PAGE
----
This coming March I have been tattooing for 9 years. The first 3 years were spent going to seminars, conventions (not working them), and getting tattooed by better more knowledgeable artists. And I learned so much getting tattooed myself. Since first holding a machine, I have had the ability to travel all over the world and tattoo—New Zealand, Costa Rica, all over Canada, all over the states, Norway—so I have a pretty good following worldwide. Thanks to my work, this past year I got my first sponsorship by a tattoo machine company, Neotat. I love their machines and was honored when I got that email (I almost didn’t believe it and asked if the email was suppose to be sent to me, LOL.). I’ve also been invited to other areas of the world to tattoo and do my Sacred Tattooing but have not quite gotten there yet.
4) Aside from the shop, where can people find you this year? Conferences or conventions?
This year I won’t be traveling as much as I usually do because I will be honing in on my art and spiritual skills. On the schedule for now I will be at the Detroit Motor City convention in February and The NIX convention in Toronto, Canada in June.
5) What is your favorite part of your job?
My favorite part is being able to give the feeling back to others the feeling that I get when I get tattooed. I know that when I look at myself, I see my tattoos as a part of who I am and that’s what I love to see when my clients look at their finished piece. Everything else in your life can be taken from you, but the tattoo is there forever. You might not remember my name, but you will remember how special that tattoo is to you.
And here’s a bonus question, lovelies:
You aren’t just an artist. You have ink too and lots of it. Tell us about some of your own favorite tattoos?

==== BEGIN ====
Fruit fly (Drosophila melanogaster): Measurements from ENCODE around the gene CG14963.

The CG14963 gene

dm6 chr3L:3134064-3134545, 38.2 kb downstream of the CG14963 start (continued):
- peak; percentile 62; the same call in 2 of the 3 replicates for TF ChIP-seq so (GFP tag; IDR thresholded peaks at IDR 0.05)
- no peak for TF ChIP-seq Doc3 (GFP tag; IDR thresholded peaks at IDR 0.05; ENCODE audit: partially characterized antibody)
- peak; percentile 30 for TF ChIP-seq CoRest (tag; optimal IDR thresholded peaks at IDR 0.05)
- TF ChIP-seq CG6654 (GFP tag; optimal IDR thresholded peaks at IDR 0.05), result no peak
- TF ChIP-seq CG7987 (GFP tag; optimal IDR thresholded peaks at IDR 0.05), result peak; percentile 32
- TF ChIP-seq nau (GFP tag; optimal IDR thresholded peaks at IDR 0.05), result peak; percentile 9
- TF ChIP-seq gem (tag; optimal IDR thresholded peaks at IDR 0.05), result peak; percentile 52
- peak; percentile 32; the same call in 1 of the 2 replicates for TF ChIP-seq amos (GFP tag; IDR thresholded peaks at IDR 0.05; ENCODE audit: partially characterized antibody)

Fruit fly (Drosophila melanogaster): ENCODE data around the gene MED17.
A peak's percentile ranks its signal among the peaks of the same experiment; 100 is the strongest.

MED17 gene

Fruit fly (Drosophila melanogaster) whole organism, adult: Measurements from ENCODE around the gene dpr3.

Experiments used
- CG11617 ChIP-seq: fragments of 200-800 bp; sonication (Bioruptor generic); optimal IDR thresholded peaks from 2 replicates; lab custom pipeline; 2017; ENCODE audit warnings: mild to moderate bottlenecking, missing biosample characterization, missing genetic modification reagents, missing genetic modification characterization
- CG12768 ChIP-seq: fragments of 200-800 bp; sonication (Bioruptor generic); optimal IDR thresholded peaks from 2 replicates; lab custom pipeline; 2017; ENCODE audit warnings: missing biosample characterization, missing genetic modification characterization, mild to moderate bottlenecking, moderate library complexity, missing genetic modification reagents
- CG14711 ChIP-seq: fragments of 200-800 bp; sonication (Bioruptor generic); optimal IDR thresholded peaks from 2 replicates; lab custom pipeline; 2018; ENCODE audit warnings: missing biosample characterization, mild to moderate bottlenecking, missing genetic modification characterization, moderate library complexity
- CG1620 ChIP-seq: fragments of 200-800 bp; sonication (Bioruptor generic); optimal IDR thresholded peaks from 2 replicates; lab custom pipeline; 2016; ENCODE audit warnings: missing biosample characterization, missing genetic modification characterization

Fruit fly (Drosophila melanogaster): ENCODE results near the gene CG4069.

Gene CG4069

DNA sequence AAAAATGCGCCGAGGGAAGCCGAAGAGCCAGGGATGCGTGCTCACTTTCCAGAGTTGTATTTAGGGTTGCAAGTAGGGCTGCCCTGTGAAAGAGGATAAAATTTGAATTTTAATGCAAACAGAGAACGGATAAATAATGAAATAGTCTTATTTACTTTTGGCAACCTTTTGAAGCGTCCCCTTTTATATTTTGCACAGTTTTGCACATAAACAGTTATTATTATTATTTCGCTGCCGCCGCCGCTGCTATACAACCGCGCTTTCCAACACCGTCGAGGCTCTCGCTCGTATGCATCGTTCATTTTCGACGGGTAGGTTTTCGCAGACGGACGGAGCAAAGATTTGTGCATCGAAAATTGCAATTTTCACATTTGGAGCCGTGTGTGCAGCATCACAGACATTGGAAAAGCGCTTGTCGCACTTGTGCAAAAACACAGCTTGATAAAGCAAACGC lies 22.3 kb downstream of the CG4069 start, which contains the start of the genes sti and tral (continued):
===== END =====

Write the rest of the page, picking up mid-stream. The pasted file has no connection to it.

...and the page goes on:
I have so much work done on me that I’m running out of room. Haha. Some of my pieces are very personal and others are just for fun. Right now I have a very personal backpiece in progress. It has a lot of symbolism to me but I know when others look at it they would never know. To them, it would be just a pretty picture, which I am absolutely fine with, but to me my backpiece makes me a little closer to who I am. There was one session on my back when I went into a deep meditative state and learned a lot more about my tattoo than I ever thought possible. After that session, I knew I was getting the right thing. I have several tattoos of my furbabies. I have pugs and adore them—they are my children. So of course they are tattooed on me. My right sleeve was done first. It is a Japanese themed piece all about geishas, but not because they are pretty (but it does help make a nice drawing). The meaning behind the geisha is what drew me them. Being some of the very first women to hold their own by being living pieces of art was very appealing to me. So it’s my dedication to female artists and making it on your own. My left sleeve is all nature, which is my sanctuary. I also have mandalas from Cory Ferguson that mean a lot to me. I have a little more room to go but I’m quickly filling up. It just means my temple is almost where it should be!
Now it’s your turn. Have questions for Jessica? Have you been dying to ask a tattoo artist a particular question but too nervous to ask? Post your queries in the comments and Jessica will answer them next Monday.